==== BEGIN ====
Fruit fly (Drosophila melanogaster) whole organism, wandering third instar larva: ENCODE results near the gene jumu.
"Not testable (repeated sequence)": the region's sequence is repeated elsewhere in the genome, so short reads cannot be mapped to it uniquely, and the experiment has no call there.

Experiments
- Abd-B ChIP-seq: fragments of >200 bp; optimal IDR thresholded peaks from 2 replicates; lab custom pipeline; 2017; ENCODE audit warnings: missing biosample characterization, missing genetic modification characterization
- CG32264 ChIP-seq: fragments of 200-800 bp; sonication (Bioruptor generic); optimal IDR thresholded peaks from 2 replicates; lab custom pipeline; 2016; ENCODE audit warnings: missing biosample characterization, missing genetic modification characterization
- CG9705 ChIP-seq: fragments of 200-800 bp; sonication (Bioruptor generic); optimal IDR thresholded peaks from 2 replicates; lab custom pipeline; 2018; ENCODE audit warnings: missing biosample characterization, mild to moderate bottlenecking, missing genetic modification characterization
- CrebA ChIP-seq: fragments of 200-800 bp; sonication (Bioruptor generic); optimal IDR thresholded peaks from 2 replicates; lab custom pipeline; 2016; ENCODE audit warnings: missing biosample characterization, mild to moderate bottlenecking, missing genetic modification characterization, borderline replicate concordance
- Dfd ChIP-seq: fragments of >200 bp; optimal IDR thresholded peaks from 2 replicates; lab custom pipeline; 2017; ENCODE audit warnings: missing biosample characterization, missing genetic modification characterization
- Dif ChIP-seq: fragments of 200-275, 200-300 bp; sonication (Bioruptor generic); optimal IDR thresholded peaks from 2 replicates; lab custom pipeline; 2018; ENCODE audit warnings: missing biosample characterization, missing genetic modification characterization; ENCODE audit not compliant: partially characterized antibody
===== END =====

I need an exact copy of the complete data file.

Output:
Fruit fly (Drosophila melanogaster) whole organism, wandering third instar larva: ENCODE results near the gene jumu.
"Not testable (repeated sequence)": the region's sequence is repeated elsewhere in the genome, so short reads cannot be mapped to it uniquely, and the experiment has no call there.

Experiments
- Abd-B ChIP-seq: fragments of >200 bp; optimal IDR thresholded peaks from 2 replicates; lab custom pipeline; 2017; ENCODE audit warnings: missing biosample characterization, missing genetic modification characterization
- CG32264 ChIP-seq: fragments of 200-800 bp; sonication (Bioruptor generic); optimal IDR thresholded peaks from 2 replicates; lab custom pipeline; 2016; ENCODE audit warnings: missing biosample characterization, missing genetic modification characterization
- CG9705 ChIP-seq: fragments of 200-800 bp; sonication (Bioruptor generic); optimal IDR thresholded peaks from 2 replicates; lab custom pipeline; 2018; ENCODE audit warnings: missing biosample characterization, mild to moderate bottlenecking, missing genetic modification characterization
- CrebA ChIP-seq: fragments of 200-800 bp; sonication (Bioruptor generic); optimal IDR thresholded peaks from 2 replicates; lab custom pipeline; 2016; ENCODE audit warnings: missing biosample characterization, mild to moderate bottlenecking, missing genetic modification characterization, borderline replicate concordance
- Dfd ChIP-seq: fragments of >200 bp; optimal IDR thresholded peaks from 2 replicates; lab custom pipeline; 2017; ENCODE audit warnings: missing biosample characterization, missing genetic modification characterization
- Dif ChIP-seq: fragments of 200-275, 200-300 bp; sonication (Bioruptor generic); optimal IDR thresholded peaks from 2 replicates; lab custom pipeline; 2018; ENCODE audit warnings: missing biosample characterization, missing genetic modification characterization; ENCODE audit not compliant: partially characterized antibody